What since became known as Marlboro Friday was the day when serious questions began being raised about whether this signified the "death of the brand".
The creation of Leo Burnett, the Marlboro Man embodied the seeming invincibility of Marlboro, a premium-priced cigarette brand that outsold its competitors by almost three times.
But with Marlboro under pressure from cheaper brands, its parent, Philip Morris, went for broke. On that fateful Friday, Michael Miles, the company’s chief executive and a former Leo Burnett senior executive, slashed the price of Marlboro by a record 20 per cent.
Miles’ assurance that the Marlboro brand would remain fully underpinned by advertising in order to regain market share failed to stop the resulting mayhem.
The first victim was the share price of Philip Morris USA, which immediately fell 26 per cent, causing a loss of $10 billion in a day.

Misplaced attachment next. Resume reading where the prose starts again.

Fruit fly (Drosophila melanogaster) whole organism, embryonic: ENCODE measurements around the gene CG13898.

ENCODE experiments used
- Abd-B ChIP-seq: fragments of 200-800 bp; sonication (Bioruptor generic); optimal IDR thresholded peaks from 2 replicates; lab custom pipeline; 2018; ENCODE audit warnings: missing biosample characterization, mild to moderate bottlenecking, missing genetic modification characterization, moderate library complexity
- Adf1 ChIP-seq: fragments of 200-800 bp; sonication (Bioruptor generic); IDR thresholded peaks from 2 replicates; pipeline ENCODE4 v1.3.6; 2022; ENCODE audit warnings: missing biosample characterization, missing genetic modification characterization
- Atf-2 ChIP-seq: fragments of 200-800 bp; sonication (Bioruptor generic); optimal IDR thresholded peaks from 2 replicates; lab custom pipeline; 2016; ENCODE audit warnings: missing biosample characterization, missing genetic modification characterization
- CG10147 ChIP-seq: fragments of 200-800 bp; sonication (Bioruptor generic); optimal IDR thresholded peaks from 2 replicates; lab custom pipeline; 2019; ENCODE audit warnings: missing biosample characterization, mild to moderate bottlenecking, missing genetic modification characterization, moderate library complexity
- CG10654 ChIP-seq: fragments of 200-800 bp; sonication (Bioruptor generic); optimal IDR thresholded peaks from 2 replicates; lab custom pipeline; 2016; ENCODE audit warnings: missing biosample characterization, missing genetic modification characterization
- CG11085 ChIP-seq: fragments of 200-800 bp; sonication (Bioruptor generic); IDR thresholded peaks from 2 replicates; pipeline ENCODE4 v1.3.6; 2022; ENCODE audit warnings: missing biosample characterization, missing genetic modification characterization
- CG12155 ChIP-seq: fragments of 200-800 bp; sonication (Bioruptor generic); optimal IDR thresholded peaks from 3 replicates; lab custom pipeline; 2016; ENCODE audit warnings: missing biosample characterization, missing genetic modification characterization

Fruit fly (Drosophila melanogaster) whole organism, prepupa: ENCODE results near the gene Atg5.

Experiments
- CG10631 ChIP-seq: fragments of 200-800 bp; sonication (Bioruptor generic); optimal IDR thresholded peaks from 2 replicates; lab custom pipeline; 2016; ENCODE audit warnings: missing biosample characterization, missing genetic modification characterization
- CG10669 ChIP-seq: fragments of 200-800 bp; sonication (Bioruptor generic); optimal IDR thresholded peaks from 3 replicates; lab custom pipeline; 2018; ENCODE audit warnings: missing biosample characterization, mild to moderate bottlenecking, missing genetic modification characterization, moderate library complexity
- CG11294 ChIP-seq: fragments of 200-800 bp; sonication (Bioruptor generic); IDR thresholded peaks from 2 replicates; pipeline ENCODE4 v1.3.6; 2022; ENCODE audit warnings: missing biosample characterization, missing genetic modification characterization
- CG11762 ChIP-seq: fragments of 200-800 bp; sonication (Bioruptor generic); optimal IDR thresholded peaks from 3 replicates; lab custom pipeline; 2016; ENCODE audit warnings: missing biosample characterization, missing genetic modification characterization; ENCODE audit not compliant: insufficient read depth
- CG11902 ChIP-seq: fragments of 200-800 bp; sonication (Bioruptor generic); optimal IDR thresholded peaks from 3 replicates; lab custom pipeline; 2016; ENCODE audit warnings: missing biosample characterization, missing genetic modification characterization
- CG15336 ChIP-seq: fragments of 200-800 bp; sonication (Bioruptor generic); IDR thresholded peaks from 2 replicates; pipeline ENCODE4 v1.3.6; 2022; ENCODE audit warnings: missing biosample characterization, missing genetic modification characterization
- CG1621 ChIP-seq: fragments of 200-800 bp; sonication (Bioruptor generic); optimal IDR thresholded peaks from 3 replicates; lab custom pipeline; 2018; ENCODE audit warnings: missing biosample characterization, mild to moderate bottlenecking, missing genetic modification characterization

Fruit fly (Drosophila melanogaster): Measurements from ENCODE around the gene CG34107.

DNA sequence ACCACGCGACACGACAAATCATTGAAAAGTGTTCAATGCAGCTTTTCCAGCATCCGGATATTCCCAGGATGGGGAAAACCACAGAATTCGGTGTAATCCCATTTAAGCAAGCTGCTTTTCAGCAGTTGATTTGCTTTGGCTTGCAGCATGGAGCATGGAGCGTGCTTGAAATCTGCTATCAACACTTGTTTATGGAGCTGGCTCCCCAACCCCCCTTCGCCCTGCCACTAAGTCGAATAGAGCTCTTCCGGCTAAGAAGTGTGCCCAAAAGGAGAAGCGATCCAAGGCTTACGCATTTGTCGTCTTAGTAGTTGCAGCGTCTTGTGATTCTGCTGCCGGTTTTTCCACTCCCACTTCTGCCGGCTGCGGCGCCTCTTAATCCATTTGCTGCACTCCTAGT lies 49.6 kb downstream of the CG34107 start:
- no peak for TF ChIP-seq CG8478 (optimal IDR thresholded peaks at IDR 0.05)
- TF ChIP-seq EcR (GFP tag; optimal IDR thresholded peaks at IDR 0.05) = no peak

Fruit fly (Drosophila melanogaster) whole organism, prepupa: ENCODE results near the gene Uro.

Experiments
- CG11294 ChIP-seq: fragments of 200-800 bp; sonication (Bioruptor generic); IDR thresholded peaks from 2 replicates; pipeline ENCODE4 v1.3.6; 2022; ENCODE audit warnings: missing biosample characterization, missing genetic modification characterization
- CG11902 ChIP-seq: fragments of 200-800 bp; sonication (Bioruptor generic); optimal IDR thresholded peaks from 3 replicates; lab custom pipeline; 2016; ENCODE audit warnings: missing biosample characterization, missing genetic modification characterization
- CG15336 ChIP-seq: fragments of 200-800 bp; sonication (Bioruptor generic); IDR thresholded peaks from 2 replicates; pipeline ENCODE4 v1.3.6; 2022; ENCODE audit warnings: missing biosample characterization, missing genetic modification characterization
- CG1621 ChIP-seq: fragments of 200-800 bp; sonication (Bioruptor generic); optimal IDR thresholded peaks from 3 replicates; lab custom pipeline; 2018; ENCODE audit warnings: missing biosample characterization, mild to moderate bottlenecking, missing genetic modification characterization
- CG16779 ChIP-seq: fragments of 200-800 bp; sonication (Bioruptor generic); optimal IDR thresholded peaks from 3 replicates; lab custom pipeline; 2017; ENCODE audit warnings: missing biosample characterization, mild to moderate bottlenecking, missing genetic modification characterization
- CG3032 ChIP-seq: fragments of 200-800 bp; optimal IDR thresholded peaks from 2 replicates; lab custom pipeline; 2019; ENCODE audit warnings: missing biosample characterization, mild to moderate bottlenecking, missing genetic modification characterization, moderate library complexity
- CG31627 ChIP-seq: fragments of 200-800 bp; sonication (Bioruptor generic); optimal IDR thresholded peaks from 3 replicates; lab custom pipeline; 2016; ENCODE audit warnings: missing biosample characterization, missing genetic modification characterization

Investors, worried that premium brands could no longer sustain their pricing, also sold off their shares in other consumer-products manufacturers such as Procter & Gamble, Quaker, Heinz and Coca-Cola. The Dow Jones Industrial Average fell 68.63 points.
Today, many experts believe Marlboro Friday changed the dynamics of consumer marketing forever. While people are still willing to pay for premium brands, branding has evolved beyond just advertising and into new ways of communication between brand owners and their customers.